I did not play hardball with Chris Matthews. It was more like batting practice. I pitched him questions and, as the rapid-fire intellectual he is, Matthews drove home his thoughts without hesitation. There is a lot to be learned from a man who engages in daily political debate with the nation’s most prolific politicians. He is not a personality making a name for himself with clever TV shows — NBC’s The Chris Matthews Show and MSNBC’s Hardball with Chris Matthews.
Rather, Matthews built his name as the speechwriter for Jimmy Carter and as Tip O’Neill’s top adviser during the Reagan era. As O’Neill’s adviser, Matthews was privy to a historically profound relationship between O’Neill and Reagan. Matthews will be speaking and sharing his insight on this distinctive time in history this Tuesday, July 20, at the Ronald Reagan Library.
VCR: Care to tell us a bit about what you will be speaking about at the Reagan Library?
Matthews: A year or so ago, [Nancy] Reagan asked me to come out to the library to talk about the relationship between Speaker of the House Tip O’Neill, who was a Democrat during the Reagan administration, and President Reagan and how they got along as political adversaries and friends for about six years. I always thought it would be a great story to tell about how they disagreed on a lot of things, but they were able to get along and be actually friendly in all that time. In a way, I think it’s a good role model for people.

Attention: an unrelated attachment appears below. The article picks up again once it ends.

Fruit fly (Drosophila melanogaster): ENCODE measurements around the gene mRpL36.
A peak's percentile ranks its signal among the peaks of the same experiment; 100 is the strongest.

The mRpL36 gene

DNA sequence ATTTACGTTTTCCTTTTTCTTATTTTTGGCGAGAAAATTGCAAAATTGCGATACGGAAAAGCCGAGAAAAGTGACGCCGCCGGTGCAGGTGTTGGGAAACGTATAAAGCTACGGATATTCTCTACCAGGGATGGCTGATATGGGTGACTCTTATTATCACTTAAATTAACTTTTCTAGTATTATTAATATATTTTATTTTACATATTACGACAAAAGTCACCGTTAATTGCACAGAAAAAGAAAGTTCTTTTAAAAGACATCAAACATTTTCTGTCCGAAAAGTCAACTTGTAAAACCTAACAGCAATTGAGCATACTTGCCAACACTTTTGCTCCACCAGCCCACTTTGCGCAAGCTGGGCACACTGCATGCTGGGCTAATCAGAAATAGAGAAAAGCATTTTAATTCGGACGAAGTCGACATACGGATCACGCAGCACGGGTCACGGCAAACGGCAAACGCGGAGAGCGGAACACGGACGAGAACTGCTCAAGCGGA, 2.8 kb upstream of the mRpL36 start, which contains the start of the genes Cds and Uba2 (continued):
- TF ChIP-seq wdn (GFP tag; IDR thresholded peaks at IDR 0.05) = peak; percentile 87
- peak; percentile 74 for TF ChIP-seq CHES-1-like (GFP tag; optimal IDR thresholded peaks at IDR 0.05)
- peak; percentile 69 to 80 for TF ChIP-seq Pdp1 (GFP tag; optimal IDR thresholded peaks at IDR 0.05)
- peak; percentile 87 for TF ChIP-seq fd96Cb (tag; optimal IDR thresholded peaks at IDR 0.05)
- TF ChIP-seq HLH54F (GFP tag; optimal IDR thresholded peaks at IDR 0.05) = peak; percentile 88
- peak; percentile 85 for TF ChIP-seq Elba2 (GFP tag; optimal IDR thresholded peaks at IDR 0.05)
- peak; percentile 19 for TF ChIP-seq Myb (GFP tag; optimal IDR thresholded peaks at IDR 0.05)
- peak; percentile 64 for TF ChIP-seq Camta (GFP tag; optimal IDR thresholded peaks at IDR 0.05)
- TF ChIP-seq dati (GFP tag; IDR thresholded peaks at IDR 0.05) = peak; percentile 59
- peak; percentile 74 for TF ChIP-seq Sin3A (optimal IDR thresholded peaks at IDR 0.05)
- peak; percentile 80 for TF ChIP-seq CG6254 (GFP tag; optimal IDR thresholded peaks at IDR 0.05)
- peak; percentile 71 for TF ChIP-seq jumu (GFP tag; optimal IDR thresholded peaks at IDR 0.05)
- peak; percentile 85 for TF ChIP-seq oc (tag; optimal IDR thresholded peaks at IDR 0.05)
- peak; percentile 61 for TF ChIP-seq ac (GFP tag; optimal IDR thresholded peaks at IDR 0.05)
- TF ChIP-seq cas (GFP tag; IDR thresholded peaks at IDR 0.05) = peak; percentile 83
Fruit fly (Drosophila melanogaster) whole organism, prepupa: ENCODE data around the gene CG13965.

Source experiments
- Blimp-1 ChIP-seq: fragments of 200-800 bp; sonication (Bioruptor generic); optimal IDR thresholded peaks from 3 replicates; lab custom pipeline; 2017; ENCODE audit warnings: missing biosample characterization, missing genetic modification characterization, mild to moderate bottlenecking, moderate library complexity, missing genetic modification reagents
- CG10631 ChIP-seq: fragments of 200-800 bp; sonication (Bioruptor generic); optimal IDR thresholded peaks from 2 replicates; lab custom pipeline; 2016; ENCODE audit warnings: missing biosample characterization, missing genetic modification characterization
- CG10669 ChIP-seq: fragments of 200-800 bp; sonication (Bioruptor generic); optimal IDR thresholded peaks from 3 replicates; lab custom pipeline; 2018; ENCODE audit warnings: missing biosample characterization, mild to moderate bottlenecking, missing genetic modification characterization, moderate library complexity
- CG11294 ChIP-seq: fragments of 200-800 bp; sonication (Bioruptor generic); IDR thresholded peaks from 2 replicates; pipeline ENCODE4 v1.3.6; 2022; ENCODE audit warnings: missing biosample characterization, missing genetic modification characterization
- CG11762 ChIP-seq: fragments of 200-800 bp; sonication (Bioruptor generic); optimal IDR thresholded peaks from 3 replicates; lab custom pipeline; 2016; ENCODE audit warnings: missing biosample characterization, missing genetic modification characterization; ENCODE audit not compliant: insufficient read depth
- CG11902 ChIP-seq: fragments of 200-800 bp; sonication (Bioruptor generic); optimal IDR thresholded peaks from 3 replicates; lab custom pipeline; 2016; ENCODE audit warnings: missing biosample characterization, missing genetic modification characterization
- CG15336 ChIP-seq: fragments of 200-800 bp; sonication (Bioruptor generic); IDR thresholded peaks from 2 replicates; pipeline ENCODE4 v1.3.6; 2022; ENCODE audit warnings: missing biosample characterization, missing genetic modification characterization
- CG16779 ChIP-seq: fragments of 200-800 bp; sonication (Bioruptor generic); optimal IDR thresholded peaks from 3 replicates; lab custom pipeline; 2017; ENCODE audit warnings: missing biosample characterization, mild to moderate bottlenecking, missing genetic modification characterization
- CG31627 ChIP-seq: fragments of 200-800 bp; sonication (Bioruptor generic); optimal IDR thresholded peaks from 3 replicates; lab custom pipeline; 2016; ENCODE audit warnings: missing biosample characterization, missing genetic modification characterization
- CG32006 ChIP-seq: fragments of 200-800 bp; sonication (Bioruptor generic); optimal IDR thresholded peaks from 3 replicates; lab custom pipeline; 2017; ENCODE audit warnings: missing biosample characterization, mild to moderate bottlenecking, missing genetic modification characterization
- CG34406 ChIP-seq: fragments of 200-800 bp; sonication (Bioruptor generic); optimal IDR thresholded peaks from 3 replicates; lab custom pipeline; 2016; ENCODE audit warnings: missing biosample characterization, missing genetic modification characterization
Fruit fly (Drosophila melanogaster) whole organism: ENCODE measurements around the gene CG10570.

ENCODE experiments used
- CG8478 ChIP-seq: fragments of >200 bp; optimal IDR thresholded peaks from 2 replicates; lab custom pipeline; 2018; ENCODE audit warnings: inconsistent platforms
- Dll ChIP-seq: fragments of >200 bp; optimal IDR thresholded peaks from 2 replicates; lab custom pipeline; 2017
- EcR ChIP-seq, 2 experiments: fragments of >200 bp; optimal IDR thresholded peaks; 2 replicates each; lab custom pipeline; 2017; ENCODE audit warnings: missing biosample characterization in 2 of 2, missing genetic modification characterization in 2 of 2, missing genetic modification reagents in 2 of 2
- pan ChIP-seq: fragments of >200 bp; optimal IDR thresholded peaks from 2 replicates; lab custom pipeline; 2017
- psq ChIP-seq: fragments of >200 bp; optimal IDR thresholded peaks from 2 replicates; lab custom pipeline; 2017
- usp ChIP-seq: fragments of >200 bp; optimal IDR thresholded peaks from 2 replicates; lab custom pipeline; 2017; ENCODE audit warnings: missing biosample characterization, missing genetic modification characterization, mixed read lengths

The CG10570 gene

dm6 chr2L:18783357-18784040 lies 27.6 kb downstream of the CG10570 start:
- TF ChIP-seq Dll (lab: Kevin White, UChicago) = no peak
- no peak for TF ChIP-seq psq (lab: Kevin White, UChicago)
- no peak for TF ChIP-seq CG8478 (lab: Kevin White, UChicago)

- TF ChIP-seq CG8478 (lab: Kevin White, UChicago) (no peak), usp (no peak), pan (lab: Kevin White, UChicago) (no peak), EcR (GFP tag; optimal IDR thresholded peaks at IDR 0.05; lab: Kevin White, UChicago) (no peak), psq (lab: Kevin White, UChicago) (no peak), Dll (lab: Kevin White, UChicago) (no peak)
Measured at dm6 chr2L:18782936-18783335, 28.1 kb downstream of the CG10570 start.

They really had a mutual respect for each other and developed a genuine friendship. I know they played hard and tough against each other on the field, but afterward they would sit down with a beer and actually enjoy each other’s company. But it seems like today that sort of working relationship between the different spectrums of American politics is rarely found, and I’m curious what happened.
You got the question of the ages. What did happen? I’ve heard stories, for example, that Newt Gingrich and Dick Gephardt, who were opposite members on Capitol Hill during, what? The ’90s? were never in a room together alone.
Look, I would say part of it is we don’t have really good one-on-one arguments anymore. It sounds odd, but the best way to get along with somebody on the other side is to argue with them when you’re with them. They (O’Neill and Reagan) would actually make their philosophical points against each other in the room without the cameras on. They would actually respect each other enough to argue with each other. I don’t know whether the president today argues with John Boehner or Mitch McConnell, or if they just go in the room with their armor on and everybody knows what side they’re on and that’s the end of it.
If this sort of vicious, divided politics continues, what are the implications for our democracy? Historically, this kind of extremism has led to despotic regimes. I’m curious what we should be watching for in the U.S. that would be alarming.